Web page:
Enjoyed two hours of talk on culture, politics and climate change in advance of a group outing to see Greenland at the National Theatre last Friday. Mix of academics, artists, critics and journalists met in the National Theatre Studio to follow up some of the loose strands trailing from the Mediating Change: Culture and Climate Change podcast series that we had put together. Even before most of us had seen the performance there was a sense that any cultural work that aims to be ‘about’ climate change is setting out on a very difficult and probably misconceived route.
One of the things the play showed was how incredibly difficult it is to capture all dimensions of the topic. It was somehow burdened by the scale of its evidently serious preparation. Research politics; old fashioned high politics; consumption politics; family and relationship politics. Plenty of messy politics but not much resolution.
Robert Butler has blogged on what it might mean that we’ve waited years at the bus stop for serious engagement by theatre in the topic and then three plays come along at once (also Heretic at Royal Court and Water at the Tricycle Theatre). But whatever the merits of these, I found myself much more provoked in the wake of a trip to the National’s new version of Frankenstein. There is Frankenstein’s Mont Blanc-scale hubris: ‘I can build this thing’. And then there follows the business of falling in love with his creation: ‘I can’t kill this thing – I made it – it is quite brilliant’.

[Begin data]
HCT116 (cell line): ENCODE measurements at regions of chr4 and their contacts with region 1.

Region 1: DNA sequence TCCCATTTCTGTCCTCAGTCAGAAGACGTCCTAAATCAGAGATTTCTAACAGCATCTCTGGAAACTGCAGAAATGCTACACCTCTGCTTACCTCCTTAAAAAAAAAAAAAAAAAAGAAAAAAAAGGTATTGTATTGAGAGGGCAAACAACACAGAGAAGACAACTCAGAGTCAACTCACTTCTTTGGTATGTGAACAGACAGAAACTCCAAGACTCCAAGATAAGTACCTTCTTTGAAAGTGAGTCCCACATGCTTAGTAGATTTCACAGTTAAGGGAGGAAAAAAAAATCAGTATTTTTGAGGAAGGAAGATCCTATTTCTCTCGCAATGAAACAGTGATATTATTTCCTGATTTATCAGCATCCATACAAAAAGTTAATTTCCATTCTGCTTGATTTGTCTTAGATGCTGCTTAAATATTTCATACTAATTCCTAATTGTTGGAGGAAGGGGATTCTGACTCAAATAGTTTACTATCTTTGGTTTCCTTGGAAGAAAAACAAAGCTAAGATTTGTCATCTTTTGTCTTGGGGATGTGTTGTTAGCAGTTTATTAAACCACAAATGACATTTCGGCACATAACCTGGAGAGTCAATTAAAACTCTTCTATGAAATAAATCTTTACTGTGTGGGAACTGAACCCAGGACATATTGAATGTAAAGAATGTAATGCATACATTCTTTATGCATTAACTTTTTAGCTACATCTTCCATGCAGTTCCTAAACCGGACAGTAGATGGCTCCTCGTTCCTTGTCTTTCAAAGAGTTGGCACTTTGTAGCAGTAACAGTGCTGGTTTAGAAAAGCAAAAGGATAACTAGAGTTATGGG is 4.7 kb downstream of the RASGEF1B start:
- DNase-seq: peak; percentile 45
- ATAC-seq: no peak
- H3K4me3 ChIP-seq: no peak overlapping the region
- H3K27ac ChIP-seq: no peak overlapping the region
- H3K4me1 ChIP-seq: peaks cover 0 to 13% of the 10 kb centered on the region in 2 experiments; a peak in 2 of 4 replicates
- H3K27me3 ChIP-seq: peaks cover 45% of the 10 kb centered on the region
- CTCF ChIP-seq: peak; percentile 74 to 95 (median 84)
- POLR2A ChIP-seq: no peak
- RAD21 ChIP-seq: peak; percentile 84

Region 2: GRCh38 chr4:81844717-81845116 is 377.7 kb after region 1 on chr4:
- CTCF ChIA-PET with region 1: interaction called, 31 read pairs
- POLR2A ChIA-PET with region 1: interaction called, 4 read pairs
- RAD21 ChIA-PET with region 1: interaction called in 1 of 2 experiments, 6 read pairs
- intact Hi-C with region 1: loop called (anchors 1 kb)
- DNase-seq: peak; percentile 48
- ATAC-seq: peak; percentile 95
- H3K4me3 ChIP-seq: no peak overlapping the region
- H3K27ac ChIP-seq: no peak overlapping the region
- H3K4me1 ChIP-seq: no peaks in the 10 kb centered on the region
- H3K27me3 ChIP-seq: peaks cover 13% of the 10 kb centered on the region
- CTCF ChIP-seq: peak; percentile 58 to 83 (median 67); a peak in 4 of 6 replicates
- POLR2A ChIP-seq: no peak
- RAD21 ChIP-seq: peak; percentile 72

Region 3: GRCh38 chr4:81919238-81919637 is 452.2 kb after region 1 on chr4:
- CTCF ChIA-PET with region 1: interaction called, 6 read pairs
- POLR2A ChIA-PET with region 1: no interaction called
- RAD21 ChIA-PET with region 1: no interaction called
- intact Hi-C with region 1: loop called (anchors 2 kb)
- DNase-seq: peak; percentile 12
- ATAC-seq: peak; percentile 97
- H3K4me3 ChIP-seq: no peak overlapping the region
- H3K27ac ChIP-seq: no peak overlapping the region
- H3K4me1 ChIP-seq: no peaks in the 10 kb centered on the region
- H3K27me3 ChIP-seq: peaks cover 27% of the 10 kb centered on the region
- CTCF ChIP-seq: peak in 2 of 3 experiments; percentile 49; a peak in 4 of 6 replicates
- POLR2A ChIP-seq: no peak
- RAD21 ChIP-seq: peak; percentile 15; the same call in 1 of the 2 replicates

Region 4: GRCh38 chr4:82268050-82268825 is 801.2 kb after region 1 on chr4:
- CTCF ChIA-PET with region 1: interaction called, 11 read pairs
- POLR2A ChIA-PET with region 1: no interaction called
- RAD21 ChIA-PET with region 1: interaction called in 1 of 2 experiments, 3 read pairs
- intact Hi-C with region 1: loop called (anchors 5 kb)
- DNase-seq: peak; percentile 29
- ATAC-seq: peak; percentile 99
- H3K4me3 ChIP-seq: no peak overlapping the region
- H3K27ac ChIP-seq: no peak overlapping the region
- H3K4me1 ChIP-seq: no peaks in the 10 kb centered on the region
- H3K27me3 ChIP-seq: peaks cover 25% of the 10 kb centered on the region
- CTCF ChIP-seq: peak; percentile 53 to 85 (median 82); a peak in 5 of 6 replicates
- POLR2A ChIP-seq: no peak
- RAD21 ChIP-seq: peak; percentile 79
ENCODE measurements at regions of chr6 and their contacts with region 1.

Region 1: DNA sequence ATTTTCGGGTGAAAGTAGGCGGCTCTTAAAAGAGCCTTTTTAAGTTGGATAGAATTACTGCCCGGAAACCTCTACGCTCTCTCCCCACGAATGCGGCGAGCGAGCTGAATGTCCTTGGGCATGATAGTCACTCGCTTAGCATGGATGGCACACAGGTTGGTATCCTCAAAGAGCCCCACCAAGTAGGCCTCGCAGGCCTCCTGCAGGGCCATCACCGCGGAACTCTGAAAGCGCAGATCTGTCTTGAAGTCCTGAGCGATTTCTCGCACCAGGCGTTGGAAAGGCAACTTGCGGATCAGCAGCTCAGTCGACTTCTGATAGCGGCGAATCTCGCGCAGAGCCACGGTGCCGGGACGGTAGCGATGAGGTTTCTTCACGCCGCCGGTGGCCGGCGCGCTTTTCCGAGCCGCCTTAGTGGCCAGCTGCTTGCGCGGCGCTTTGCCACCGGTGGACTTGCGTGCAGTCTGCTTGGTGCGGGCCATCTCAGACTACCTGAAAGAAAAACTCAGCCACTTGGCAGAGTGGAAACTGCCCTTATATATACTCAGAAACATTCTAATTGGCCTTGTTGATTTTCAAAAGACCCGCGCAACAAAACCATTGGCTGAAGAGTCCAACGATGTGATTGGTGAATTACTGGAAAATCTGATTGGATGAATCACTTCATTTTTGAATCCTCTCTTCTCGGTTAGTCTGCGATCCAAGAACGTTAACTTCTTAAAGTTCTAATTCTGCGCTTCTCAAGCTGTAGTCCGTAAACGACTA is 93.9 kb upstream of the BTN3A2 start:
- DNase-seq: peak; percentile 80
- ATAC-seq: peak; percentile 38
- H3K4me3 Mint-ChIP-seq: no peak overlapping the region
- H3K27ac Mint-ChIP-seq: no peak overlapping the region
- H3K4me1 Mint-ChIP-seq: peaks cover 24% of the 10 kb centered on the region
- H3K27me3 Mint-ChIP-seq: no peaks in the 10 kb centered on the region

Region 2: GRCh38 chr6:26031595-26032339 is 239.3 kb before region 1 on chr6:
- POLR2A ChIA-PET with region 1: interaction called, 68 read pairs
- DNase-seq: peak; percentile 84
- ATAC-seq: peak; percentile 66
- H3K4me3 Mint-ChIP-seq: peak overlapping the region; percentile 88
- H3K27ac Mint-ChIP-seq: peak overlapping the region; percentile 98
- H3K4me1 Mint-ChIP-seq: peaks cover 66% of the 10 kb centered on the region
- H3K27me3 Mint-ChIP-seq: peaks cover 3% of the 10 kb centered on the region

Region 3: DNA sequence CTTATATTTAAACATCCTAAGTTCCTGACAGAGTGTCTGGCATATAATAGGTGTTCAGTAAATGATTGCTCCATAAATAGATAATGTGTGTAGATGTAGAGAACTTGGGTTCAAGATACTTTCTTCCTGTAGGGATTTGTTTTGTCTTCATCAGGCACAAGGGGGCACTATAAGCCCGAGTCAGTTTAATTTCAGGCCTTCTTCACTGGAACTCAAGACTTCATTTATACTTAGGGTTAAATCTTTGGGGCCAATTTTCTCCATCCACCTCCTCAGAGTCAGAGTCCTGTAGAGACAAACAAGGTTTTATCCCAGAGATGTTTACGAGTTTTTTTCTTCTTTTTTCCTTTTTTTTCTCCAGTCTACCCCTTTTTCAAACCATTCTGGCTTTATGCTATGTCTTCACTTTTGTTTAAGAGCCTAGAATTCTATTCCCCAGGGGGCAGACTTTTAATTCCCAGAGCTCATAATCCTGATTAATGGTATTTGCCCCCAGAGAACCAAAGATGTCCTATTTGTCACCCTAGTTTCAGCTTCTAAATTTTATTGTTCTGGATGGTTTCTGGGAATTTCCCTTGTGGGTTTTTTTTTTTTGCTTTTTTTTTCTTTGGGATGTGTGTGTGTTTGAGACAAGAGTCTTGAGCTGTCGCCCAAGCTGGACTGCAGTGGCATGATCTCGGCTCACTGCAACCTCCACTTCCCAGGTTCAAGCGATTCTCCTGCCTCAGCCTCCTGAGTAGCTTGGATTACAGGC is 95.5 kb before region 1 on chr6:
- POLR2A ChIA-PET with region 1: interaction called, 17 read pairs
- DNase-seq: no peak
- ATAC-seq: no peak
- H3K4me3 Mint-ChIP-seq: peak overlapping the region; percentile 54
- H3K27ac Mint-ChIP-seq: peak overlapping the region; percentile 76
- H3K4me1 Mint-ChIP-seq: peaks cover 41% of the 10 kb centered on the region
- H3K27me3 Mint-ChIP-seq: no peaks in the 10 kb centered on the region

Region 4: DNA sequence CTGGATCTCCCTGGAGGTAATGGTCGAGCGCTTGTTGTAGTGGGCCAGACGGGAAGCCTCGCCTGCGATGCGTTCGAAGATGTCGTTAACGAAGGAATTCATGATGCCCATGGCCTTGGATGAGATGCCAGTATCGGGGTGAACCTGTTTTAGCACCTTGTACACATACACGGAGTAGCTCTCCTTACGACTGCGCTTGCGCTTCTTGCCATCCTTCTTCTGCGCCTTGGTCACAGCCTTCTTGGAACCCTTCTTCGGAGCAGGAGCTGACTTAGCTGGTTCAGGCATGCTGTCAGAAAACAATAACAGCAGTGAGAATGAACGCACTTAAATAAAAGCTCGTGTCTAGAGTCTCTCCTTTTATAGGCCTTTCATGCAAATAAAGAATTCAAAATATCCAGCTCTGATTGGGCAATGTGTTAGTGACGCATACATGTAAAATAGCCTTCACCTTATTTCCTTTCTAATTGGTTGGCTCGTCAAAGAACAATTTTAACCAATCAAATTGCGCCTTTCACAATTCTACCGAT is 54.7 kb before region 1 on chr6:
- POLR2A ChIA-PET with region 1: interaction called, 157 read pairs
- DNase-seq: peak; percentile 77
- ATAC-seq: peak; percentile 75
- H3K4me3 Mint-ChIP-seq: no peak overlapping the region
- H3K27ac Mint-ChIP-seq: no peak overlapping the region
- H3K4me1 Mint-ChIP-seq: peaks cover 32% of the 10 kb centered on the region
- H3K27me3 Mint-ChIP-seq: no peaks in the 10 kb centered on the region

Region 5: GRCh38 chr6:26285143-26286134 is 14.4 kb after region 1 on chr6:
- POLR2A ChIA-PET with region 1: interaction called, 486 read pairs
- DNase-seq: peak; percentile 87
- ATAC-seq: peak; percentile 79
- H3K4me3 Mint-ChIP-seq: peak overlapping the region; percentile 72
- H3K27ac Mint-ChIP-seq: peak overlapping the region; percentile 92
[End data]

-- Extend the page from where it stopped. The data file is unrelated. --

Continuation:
Put another way, there is a Romantic anti-industrialisation/anti-urbanisation strand which runs through environmentalism from day 1. But there are also strands in recent discourses of climate change ‘solutions’ that are in thrall to science and technology’s apparent invincibility and adaptability. Hence the arch modernists who were formed in the whiteheatoftechnology environment of the 1950s and 1960s are happy to contemplate immense geo-engineering experiments and massive expansion of nuclear power – Science discovered this problem and Science will solve it. This confidence seems undented by some fairly substantial qualifying evidence from across the last century. But I can recognise in quite a lot of the science & technology debates around climate change a point made in Armand Marie Leroi’s programme notes about how science is ‘a perpetual race between power and desire’.
My neighbour on both theatre trips Renata Tyszczuk suggests that one of the themes Shelley wants us to think on is that we need to take responsibility for our creations – however monstrous they may be. Certainly Frankenstein’s bride Elizabeth and the Creature’s blind tutor De Lacey think so: they insist that the creature / science can be civilised if loved and taught in the right way (it must be said that they both get torched or strangled).